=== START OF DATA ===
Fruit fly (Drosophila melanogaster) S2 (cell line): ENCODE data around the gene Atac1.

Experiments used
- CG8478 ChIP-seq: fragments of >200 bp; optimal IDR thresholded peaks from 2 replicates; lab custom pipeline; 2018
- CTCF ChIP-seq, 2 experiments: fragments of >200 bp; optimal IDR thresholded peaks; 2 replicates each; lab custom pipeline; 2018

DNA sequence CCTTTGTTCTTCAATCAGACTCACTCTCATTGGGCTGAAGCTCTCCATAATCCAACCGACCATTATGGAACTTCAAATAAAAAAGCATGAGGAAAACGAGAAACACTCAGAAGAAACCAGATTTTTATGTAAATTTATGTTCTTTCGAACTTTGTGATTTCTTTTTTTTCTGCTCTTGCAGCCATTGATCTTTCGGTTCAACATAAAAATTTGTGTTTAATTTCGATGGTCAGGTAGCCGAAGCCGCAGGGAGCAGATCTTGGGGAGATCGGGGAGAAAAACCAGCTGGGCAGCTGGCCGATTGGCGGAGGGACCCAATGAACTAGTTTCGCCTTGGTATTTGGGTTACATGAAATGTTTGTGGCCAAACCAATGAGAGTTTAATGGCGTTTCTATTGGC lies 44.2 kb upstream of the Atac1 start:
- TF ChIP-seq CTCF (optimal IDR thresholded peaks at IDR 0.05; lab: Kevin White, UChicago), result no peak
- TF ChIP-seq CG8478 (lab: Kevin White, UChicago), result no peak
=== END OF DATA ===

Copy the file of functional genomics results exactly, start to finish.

Fruit fly (Drosophila melanogaster) S2 (cell line): ENCODE data around the gene Atac1.

Experiments used
- CG8478 ChIP-seq: fragments of >200 bp; optimal IDR thresholded peaks from 2 replicates; lab custom pipeline; 2018
- CTCF ChIP-seq, 2 experiments: fragments of >200 bp; optimal IDR thresholded peaks; 2 replicates each; lab custom pipeline; 2018

DNA sequence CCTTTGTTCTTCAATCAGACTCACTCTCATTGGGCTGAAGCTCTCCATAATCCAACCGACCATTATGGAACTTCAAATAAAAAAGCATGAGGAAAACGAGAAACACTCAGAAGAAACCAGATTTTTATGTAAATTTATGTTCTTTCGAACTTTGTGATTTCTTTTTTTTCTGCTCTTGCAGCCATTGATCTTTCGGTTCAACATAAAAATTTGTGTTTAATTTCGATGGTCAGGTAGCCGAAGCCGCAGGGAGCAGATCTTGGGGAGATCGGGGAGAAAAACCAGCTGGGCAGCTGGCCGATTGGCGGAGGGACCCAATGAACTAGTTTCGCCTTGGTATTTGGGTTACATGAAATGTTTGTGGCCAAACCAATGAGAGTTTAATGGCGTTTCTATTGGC lies 44.2 kb upstream of the Atac1 start:
- TF ChIP-seq CTCF (optimal IDR thresholded peaks at IDR 0.05; lab: Kevin White, UChicago), result no peak
- TF ChIP-seq CG8478 (lab: Kevin White, UChicago), result no peak